Enrico Malatesta. New York: Il Martello, 1922.



Enrico Malatesta. New York: Il Martello, 1922.


At 352 pages, this edition of Nettlau's biography of Malatesta - published in the same year (1922) and by the same publisher (Il Martello) -  is 48 pages longer than the other edition. See the other edition for a brief bio of Nettlau, who was (according to Paul Avrich) the foremost historian of international anarchism. Note that the title page of this edition calls this a "unique authorized translation from the unpublished English" version, information lacking in the shorter edition.

Here are the differences (in addition to the above): the title page of this edition notes it contains a "prefazione di Pietro [Pedro] Esteve e note sull'autore di Harry Kelly [preface of Pedro Esteve and note on the author by Harry Kelly]" not present in the other edition.

Esteve was the charismatic Spanish leader of anarchists, including Italians, in the U.S. and in Mexico; married to an Italian woman, he was fluent in and wrote in Italian.

Less associated with Italian anarchists than Esteve, Harry Kelly contributed a two-page note, or "due parole sull'autore [two words on the author]," in which he stresses that Nettlau was the very "antithesis" of Malatesta (and Bakunin) - a scholar, as opposed to the men of action that these latter two were.

An American, Kelly (1871-1953) was himself a colorful character, friend of Emma Goldman, Alexander Berkman, and Peter Kropotkin (while Kelly lived in London) as well as of Nettlau, who called Kelly "one of the living anarchists who contribute real thought to the movement." Kelly is featured in a variety of connections to both the trade union and anarchist movements, to Mother Earth, and to the Francisco Ferrer Association, in Paul Avrich's Anarchist Voices.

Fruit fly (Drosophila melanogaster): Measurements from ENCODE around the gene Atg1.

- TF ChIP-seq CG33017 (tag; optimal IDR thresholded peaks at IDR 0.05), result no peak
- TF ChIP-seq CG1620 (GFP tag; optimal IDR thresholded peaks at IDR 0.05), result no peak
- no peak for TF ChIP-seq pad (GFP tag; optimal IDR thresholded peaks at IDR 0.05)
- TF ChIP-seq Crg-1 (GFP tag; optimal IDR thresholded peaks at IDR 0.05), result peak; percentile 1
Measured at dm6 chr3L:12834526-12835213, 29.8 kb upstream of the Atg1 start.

Other changes in this edition: following Chapter XX (which exists in both editions), this edition alone contains an "Appendice" of four pages, which is "La dichiarzione finale di Errico Malatesta avanti ai giurati in Milano [the final declaration of Errico Malatesta before the jurors in Milan]" with respect to the trial recounted in Chapter XX.

Finally, the cover of this edition - in place of the almost abstract, geometric design of the other edition - includes a striking, almost granitic sculpted head of Malatesta seemingly growing out of the side of a hill. A close examination in the lower left corner suggests (but does not make it entirely clear) that the illustrator may have been Fort Velona, q.v., the brilliant caricaturist of the Italian American left.

One can speculate that either the first of the two 1922 editions (the shorter one) was so popular that Tresca decided to republish it almost immediately, but with some attractive additions, like the portrait of Malatesta, the Esteve and Kelly prefaces, and Malatesta "declaration" - or the opposite, that the shorter edition did not sell well, so Tresca tried to juice it up, in order to increase sales, with this more robust edition.


Max Nettlau


19.5x13cm; 352 p.


Max Nettlau, “Enrico Malatesta. New York: Il Martello, 1922.,” Italian-Language American Imprints: The Periconi Collection, accessed December 6, 2022, https://italianamericanimprints.omeka.net/items/show/467.

Output Formats


Allowed tags: <p>, <a>, <em>, <strong>, <ul>, <ol>, <li>